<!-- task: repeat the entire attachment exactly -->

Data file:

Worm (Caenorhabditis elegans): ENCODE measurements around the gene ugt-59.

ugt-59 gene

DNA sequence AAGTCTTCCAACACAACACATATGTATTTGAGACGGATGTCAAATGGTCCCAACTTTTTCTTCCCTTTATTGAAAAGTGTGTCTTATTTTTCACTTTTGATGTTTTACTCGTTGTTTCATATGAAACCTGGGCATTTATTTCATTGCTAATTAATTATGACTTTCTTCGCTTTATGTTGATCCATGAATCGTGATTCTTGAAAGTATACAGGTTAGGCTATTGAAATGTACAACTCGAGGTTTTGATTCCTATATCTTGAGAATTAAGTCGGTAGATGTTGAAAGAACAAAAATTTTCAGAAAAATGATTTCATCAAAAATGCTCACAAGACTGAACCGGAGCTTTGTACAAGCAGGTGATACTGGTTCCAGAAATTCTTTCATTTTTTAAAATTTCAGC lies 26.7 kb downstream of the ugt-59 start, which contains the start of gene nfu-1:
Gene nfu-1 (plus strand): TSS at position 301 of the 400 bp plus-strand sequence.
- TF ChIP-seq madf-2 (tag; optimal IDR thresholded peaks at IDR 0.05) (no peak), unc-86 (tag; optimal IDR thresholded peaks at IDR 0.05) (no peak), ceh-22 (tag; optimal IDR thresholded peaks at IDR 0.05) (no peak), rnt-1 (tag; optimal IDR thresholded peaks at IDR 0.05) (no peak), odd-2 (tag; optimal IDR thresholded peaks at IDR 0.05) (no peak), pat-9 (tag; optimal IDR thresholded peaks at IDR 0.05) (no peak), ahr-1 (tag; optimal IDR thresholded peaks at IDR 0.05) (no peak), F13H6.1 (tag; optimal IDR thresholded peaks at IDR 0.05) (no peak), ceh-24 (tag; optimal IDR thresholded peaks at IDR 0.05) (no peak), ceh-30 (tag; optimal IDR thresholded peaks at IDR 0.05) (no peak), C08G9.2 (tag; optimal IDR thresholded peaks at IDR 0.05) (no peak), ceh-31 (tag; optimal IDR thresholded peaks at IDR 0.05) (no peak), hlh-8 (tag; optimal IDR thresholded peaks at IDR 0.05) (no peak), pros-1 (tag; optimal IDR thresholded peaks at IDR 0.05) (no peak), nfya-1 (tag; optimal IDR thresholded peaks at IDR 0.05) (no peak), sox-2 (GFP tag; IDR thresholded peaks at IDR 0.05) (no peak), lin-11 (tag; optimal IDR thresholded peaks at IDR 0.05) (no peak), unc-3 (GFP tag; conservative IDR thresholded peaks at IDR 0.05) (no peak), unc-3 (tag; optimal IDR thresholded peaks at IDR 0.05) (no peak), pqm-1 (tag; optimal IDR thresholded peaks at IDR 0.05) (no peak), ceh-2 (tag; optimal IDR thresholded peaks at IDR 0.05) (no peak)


Worm (Caenorhabditis elegans): ENCODE measurements around the gene ugt-59.

ugt-59 gene

DNA sequence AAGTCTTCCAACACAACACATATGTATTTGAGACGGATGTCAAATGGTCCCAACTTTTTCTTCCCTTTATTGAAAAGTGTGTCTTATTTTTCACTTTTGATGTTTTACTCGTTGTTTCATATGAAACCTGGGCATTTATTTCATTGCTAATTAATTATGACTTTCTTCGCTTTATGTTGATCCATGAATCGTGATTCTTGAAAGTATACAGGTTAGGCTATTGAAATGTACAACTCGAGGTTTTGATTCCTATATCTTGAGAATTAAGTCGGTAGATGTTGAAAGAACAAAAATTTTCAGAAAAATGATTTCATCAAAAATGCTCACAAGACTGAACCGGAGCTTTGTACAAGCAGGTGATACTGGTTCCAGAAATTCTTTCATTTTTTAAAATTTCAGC lies 26.7 kb downstream of the ugt-59 start, which contains the start of gene nfu-1:
Gene nfu-1 (plus strand): TSS at position 301 of the 400 bp plus-strand sequence.
- TF ChIP-seq madf-2 (tag; optimal IDR thresholded peaks at IDR 0.05) (no peak), unc-86 (tag; optimal IDR thresholded peaks at IDR 0.05) (no peak), ceh-22 (tag; optimal IDR thresholded peaks at IDR 0.05) (no peak), rnt-1 (tag; optimal IDR thresholded peaks at IDR 0.05) (no peak), odd-2 (tag; optimal IDR thresholded peaks at IDR 0.05) (no peak), pat-9 (tag; optimal IDR thresholded peaks at IDR 0.05) (no peak), ahr-1 (tag; optimal IDR thresholded peaks at IDR 0.05) (no peak), F13H6.1 (tag; optimal IDR thresholded peaks at IDR 0.05) (no peak), ceh-24 (tag; optimal IDR thresholded peaks at IDR 0.05) (no peak), ceh-30 (tag; optimal IDR thresholded peaks at IDR 0.05) (no peak), C08G9.2 (tag; optimal IDR thresholded peaks at IDR 0.05) (no peak), ceh-31 (tag; optimal IDR thresholded peaks at IDR 0.05) (no peak), hlh-8 (tag; optimal IDR thresholded peaks at IDR 0.05) (no peak), pros-1 (tag; optimal IDR thresholded peaks at IDR 0.05) (no peak), nfya-1 (tag; optimal IDR thresholded peaks at IDR 0.05) (no peak), sox-2 (GFP tag; IDR thresholded peaks at IDR 0.05) (no peak), lin-11 (tag; optimal IDR thresholded peaks at IDR 0.05) (no peak), unc-3 (GFP tag; conservative IDR thresholded peaks at IDR 0.05) (no peak), unc-3 (tag; optimal IDR thresholded peaks at IDR 0.05) (no peak), pqm-1 (tag; optimal IDR thresholded peaks at IDR 0.05) (no peak), ceh-2 (tag; optimal IDR thresholded peaks at IDR 0.05) (no peak)